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By Mading Ngor
Thu Aug 23, 2012 12:28pm EDT
JUBA (Reuters) - With hundreds of thousands of ethnic South Sudanese returning home after South Sudan became independent last year, land disputes are intensifying and a dearth of land laws means the new country is unable to cope, a senior land official said.
Chairperson of the South Sudan Land Commission Robert Ladu said the influx was fuelling violence and threatening security in the new nation's capital Juba.
"Juba is swelling too much because returnees are coming by roads, they're coming by river, and they're coming by air," Ladu told Reuters in an interview.
South Sudan seceded from Sudan under a 2005 peace deal that ended decades of civil war. The new government is struggling to build state institutions and impose the rule of law, while the judicial system lacks trained judges and lawyers.
Ethnic southerners who had been living and working in north Sudan - many for their whole lives - have returned in droves since the country voted to secede in a 2011 referendum promised under the peace deal.
Few of the returnees own land or have enough money to buy it and they face squalid living conditions in the South, where they have thronged urban centers and strained already scarce services and resources.
Those who can afford to buy land have tried to do so as quickly as possible, exposing them to "conmen" who sold them plots without proper papers, Ladu said. Disputes erupt when the original owners come to claim the land, he said.
"The outcome of that has been conflict over land," Ladu said. "They are many. Imagine, I have just seen two near my house."
Some 80 percent of cases involving land disputes are not being heard, Ladu said, recommending the government set up a temporary tribunal to handle the backlog, a step he said would help prevent parties from rushing for quick fixes.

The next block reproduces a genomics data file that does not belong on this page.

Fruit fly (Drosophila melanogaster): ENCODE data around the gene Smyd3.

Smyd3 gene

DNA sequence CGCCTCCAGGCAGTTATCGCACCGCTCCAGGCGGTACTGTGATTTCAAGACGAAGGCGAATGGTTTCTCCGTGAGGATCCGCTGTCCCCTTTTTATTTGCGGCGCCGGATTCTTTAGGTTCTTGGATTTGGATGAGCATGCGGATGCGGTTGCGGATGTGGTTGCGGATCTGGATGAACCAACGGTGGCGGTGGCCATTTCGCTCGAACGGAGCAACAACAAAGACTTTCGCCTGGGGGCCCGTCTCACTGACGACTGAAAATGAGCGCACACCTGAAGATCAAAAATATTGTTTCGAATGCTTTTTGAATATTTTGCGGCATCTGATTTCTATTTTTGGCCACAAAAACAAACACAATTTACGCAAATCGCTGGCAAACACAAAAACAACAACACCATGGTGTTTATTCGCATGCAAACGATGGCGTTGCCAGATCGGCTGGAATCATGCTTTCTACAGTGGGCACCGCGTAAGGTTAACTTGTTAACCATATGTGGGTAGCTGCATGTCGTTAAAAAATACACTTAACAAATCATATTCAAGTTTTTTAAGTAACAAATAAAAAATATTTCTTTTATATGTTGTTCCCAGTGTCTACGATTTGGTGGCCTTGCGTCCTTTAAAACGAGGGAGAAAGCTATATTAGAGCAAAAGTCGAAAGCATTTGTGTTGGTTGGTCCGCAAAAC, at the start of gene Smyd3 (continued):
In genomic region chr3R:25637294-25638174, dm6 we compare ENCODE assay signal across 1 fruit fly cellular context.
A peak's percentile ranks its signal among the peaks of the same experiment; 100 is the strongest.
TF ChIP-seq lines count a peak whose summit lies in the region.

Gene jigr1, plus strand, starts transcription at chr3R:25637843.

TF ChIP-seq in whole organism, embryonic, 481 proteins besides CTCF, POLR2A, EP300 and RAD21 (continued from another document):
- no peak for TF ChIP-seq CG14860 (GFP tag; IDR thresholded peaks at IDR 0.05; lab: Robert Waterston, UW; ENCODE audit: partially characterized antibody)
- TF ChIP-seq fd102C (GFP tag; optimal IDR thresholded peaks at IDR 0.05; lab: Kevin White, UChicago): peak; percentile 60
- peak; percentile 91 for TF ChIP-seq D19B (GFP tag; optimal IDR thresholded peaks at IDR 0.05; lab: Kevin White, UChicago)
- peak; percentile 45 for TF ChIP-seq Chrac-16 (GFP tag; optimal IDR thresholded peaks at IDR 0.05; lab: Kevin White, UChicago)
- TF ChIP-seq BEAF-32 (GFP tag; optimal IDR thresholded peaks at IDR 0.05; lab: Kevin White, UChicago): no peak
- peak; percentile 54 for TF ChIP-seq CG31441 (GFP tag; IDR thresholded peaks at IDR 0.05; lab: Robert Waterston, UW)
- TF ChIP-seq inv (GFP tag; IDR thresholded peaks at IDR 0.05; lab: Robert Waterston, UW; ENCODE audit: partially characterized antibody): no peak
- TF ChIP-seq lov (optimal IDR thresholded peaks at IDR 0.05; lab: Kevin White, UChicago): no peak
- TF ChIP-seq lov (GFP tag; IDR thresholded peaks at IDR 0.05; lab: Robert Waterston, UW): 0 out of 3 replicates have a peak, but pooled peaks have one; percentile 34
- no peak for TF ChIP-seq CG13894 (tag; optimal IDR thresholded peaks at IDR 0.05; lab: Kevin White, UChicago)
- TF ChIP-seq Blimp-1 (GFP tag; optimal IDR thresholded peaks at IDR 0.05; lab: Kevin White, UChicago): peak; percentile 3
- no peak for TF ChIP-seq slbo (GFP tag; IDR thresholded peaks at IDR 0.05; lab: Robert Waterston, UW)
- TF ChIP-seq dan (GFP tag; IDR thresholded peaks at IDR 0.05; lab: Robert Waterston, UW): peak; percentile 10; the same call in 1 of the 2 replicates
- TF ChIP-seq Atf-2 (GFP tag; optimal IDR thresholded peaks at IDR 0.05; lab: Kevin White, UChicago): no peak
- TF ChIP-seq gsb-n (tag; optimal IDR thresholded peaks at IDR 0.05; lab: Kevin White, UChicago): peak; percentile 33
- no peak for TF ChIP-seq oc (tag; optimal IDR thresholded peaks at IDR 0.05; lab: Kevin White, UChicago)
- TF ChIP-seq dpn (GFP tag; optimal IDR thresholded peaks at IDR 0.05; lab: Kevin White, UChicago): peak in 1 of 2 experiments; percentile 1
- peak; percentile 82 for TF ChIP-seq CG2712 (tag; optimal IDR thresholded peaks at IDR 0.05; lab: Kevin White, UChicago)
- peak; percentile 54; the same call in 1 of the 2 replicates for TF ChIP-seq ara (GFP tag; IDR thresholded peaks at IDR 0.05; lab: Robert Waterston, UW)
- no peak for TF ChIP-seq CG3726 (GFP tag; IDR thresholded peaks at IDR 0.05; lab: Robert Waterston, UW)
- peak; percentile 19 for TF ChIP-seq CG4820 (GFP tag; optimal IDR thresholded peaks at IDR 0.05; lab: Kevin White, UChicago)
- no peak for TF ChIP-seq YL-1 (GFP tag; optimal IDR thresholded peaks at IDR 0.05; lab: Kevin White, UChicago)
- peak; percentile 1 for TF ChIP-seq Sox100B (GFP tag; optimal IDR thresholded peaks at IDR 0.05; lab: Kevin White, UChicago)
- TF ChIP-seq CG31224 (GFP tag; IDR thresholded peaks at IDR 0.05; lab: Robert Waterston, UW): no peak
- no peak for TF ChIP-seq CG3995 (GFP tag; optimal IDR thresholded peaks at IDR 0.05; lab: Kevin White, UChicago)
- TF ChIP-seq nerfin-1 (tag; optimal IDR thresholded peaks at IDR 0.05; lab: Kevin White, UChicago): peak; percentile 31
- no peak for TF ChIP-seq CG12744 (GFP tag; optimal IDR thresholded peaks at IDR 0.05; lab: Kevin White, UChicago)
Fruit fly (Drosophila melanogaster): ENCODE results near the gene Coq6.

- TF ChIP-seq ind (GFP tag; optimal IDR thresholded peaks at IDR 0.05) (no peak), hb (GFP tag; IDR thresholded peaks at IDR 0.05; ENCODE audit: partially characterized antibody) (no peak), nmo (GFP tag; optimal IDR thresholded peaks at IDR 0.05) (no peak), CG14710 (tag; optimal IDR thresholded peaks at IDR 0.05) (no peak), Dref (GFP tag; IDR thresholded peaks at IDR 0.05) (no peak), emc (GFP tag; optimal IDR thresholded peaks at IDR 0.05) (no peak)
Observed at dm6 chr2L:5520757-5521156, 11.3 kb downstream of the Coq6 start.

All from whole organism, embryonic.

"The land tribunal is very important. The cases related to land are not handled expeditiously," he said.
Some foreign investors are also being tripped up by the lack of legal structure because some entered leases without adhering to proper procedures, Ladu said.
He said South Sudan will not honor pre-war contracts which were awarded to foreign companies by Khartoum, except ones which dealt with oil.
Ladu added that the country's parliament also needed an overall policy on the use of land over the longer term.
"We want to give land for foreign investments. With the land policy, we even would be able to legislate laws like the lease law," he said.
"What are the periods of leases; in which areas; if it's for investment, agricultural purpose, residential purpose for foreign leasing - all these have to be specified in accordance with the law," he said.
(Editing by Alexander Dziadosz and Myra MacDonald)
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